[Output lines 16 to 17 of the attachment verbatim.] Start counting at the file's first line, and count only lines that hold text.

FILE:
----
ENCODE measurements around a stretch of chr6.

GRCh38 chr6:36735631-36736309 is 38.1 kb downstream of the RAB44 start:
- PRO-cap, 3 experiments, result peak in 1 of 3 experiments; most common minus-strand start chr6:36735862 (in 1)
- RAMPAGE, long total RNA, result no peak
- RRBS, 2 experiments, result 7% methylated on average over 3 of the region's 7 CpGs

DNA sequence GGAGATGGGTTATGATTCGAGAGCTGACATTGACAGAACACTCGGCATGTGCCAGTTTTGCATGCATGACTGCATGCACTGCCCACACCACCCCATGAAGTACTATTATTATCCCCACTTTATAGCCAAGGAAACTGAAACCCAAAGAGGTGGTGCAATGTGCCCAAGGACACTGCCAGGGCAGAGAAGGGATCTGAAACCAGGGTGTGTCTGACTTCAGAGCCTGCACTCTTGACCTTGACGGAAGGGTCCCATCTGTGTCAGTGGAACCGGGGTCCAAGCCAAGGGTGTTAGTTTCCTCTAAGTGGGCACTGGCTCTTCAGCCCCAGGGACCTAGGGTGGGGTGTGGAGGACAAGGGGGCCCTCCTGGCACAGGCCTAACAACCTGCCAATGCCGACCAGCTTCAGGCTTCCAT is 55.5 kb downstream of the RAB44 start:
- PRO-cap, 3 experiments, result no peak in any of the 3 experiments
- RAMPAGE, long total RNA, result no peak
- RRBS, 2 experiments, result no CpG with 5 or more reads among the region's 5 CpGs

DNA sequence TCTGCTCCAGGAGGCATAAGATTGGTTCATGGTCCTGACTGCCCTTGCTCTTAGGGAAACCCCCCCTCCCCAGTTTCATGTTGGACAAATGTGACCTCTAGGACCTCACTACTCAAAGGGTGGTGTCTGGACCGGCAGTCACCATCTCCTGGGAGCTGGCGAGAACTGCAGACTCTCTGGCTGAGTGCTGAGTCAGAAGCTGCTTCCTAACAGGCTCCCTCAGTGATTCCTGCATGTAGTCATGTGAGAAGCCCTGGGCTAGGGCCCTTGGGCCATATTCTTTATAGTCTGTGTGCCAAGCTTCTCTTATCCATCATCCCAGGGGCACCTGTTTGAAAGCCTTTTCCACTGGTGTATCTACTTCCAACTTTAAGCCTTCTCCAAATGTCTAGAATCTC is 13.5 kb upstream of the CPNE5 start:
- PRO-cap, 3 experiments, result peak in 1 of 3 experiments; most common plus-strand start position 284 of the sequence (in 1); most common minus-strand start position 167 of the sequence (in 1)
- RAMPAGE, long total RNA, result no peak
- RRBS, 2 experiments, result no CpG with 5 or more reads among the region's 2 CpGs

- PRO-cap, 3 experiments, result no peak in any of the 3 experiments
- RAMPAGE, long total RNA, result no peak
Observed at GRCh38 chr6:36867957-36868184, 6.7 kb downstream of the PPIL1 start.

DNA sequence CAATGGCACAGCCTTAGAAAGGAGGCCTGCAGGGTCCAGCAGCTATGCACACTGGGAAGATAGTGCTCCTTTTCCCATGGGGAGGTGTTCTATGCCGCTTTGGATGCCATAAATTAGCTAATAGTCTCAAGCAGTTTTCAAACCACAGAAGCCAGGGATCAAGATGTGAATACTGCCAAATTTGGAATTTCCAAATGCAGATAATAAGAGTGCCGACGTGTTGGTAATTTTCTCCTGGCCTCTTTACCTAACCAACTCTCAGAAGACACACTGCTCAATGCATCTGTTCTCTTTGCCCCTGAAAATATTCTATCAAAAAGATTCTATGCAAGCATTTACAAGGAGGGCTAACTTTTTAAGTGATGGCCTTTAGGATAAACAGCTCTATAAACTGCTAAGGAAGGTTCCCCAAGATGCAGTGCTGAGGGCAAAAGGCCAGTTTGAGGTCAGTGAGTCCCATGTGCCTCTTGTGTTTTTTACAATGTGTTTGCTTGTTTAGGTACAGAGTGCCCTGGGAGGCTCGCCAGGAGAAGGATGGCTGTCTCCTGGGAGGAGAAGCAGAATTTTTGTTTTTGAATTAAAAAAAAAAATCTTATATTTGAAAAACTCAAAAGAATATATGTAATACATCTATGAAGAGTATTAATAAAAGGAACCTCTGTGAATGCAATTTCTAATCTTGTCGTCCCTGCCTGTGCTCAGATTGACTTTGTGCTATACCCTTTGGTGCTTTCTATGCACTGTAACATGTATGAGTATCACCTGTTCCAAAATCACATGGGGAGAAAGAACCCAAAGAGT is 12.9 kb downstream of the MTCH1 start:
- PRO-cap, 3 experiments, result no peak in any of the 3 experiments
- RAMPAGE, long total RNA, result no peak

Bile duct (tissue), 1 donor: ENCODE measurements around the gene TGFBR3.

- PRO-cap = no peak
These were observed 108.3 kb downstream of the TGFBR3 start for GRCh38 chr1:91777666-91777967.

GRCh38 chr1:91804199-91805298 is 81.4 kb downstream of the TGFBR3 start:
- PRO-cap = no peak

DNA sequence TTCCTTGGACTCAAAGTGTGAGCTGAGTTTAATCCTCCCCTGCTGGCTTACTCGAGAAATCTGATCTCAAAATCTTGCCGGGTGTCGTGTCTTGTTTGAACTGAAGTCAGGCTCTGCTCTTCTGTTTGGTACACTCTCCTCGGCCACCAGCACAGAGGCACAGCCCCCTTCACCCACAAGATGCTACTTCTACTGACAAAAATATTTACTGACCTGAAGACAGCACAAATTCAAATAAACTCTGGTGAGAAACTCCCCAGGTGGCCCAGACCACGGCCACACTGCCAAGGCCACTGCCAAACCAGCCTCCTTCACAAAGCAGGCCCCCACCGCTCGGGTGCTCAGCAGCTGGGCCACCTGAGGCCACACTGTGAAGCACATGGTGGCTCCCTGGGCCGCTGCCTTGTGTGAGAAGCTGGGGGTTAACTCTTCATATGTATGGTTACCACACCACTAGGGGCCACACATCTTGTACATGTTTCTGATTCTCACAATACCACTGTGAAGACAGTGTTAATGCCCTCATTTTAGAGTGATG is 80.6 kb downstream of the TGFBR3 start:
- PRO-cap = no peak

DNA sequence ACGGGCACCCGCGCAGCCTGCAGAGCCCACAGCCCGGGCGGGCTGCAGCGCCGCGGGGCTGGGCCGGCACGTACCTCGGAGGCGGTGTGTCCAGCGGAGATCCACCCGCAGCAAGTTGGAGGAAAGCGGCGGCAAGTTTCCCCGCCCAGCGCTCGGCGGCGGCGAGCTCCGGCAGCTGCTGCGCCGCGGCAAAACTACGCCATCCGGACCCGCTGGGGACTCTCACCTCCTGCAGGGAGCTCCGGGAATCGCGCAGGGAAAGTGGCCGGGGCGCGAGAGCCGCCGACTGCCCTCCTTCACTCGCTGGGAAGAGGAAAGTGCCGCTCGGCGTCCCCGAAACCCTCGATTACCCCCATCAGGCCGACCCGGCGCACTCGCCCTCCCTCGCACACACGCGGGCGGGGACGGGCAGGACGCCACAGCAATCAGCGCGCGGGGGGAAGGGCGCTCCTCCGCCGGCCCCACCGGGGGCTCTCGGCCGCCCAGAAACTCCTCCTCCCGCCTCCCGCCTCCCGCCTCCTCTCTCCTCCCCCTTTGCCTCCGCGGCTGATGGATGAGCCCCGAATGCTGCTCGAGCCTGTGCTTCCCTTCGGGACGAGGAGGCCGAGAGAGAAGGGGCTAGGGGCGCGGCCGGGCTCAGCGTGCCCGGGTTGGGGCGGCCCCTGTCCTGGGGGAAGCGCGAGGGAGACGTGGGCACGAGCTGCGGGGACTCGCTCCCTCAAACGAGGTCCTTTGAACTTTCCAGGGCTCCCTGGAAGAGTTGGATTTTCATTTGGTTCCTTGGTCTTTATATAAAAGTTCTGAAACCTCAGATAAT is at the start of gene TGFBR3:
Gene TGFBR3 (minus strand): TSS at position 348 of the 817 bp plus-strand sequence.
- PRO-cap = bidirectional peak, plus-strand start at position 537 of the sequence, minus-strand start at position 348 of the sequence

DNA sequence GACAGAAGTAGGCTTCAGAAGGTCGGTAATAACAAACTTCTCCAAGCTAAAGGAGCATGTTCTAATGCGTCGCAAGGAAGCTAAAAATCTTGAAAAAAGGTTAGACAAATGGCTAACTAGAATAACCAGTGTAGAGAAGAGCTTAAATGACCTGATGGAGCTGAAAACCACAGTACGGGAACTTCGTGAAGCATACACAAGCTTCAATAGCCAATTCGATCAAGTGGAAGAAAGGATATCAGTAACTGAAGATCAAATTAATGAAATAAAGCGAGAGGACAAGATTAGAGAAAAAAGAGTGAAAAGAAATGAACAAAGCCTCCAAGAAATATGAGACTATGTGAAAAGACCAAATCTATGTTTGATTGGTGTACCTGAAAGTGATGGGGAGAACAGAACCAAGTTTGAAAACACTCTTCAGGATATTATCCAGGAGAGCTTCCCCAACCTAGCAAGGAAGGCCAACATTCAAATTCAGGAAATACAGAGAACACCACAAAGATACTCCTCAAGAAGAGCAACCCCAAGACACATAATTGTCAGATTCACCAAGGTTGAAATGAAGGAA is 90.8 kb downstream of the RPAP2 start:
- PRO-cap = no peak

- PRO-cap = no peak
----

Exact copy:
Observed at GRCh38 chr6:36867957-36868184, 6.7 kb downstream of the PPIL1 start.

DNA sequence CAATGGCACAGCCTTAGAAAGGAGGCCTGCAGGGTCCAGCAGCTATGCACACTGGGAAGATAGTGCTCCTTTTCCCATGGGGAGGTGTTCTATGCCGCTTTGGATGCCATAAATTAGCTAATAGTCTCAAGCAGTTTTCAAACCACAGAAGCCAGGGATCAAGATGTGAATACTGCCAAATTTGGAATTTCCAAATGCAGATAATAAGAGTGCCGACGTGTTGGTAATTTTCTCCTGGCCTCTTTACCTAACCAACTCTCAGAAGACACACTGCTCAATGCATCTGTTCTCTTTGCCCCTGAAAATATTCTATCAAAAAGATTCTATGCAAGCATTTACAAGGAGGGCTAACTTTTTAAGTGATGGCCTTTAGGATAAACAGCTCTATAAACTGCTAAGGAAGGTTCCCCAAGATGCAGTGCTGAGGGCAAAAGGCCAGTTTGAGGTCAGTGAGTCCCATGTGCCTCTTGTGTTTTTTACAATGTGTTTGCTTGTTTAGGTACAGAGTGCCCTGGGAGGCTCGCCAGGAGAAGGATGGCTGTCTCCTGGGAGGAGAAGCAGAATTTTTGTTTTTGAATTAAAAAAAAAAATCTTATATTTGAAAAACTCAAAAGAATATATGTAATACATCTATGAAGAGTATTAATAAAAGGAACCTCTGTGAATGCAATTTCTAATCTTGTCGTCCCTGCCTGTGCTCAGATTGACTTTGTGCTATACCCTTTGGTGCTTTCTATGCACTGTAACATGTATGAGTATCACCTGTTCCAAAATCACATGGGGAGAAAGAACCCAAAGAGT is 12.9 kb downstream of the MTCH1 start: